Science & Technology

Facebook says it will ‘nudge’ teens away from harmful content

Nick Clegg, Facebook’s vice president of global affairs, said Sunday that in an effort to make Instagram a safer place for teens, the company will implement some changes to the app.

The move comes after an avalanche of criticism following whistleblower Frances Haugen’s leak of internal documents, her subsequent appearance on TV and her date with Congress. Perhaps the most scathing of her comments has been that Facebook knew about the negative effect Instagram can have on young people’s minds but downplayed it.

“We’re going to introduce something which I think will make a considerable difference, which is where our systems see that a teenager is looking at the same content over and over again, and it’s content which may not be conducive to their wellbeing, we will nudge them to look at other content,” Clegg said on CNN’s State of the Union show.

Clegg went on, saying that Instagram Kids would remain on hold, while at the same time Facebook will work on giving parents more control over how their teen children use Instagram. He said another feature that will be introduced shortly will ask users to “Take a Break” lest they find themselves spending an unhealthy amount of time on the app.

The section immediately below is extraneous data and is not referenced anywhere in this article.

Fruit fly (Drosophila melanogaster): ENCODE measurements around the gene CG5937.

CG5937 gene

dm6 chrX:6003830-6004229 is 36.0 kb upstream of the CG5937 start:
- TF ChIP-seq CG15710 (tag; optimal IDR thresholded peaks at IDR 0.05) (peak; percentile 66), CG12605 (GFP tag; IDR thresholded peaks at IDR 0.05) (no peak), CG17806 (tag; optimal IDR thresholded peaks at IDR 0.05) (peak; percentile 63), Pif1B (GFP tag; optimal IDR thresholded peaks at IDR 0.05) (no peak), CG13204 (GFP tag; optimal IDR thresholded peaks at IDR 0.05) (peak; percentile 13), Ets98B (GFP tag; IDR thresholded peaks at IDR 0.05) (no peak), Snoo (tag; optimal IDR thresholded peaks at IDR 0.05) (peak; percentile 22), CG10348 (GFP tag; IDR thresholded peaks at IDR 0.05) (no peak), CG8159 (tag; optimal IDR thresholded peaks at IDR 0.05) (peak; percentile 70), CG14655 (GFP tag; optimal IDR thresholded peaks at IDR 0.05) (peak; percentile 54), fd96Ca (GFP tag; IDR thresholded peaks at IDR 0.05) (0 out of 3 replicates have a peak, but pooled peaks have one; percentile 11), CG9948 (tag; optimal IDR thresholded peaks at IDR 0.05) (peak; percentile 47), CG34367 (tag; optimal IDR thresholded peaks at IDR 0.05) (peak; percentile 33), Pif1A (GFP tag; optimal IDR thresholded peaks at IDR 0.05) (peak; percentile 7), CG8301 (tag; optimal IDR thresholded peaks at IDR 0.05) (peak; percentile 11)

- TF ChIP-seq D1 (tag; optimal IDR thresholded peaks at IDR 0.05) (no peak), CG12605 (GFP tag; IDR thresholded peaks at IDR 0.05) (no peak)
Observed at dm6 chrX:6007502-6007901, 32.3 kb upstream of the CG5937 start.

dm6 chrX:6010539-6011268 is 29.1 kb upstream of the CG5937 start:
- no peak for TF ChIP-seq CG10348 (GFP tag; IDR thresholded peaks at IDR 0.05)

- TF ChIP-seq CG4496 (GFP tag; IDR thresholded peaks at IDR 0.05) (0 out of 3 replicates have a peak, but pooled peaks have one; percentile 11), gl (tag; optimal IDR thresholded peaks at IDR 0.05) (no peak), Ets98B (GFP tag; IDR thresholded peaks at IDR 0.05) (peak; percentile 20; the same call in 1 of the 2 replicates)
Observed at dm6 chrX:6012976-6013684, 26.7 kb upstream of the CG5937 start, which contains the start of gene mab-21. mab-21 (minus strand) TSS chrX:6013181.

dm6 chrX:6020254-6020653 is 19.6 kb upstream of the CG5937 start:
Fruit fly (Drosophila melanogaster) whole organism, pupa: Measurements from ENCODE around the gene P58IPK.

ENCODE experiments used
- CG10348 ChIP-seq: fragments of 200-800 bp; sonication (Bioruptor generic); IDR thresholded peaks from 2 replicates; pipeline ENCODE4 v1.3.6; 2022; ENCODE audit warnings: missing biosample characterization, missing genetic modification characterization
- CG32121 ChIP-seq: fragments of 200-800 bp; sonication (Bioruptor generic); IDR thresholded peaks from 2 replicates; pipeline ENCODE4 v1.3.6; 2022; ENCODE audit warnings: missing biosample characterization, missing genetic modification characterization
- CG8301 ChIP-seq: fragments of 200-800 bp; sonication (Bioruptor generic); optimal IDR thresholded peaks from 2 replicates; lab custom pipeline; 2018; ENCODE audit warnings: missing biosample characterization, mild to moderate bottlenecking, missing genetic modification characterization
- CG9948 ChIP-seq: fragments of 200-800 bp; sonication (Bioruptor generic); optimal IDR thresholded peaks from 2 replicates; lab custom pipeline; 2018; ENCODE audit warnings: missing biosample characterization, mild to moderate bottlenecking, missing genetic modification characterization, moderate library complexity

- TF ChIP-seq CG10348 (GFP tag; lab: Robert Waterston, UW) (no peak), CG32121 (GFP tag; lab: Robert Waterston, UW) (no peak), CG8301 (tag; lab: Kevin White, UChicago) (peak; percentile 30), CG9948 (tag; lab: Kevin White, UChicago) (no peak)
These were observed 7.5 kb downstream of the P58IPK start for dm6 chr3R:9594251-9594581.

“We have no commercial incentive to do anything other than try and make sure that the experience is positive,” Clegg said. “We can’t change human nature. We always see bad things online. We can do everything we can to try to reduce and mitigate them.”

Meanwhile, Haugen tweeted today that she has accepted an invitation from Facebook’s Oversight Board to talk about what she learned when she worked with the company. The board, made up of academics, media specialists, and human rights advocates, assesses decisions Facebook makes on certain kinds of controversial content.

“Facebook has lied to the board repeatedly, and I am looking forward to sharing the truth with them,” tweeted Haugen. Right now the board is reviewing whether Facebook was “fully forthcoming” about its “cross-check” system, a program that gives millions of VIP users immunity from Facebook’s regular moderation practices. It only came to light after one of Haugen’s leaks.

Photo: Alexander Shatov/Unsplash

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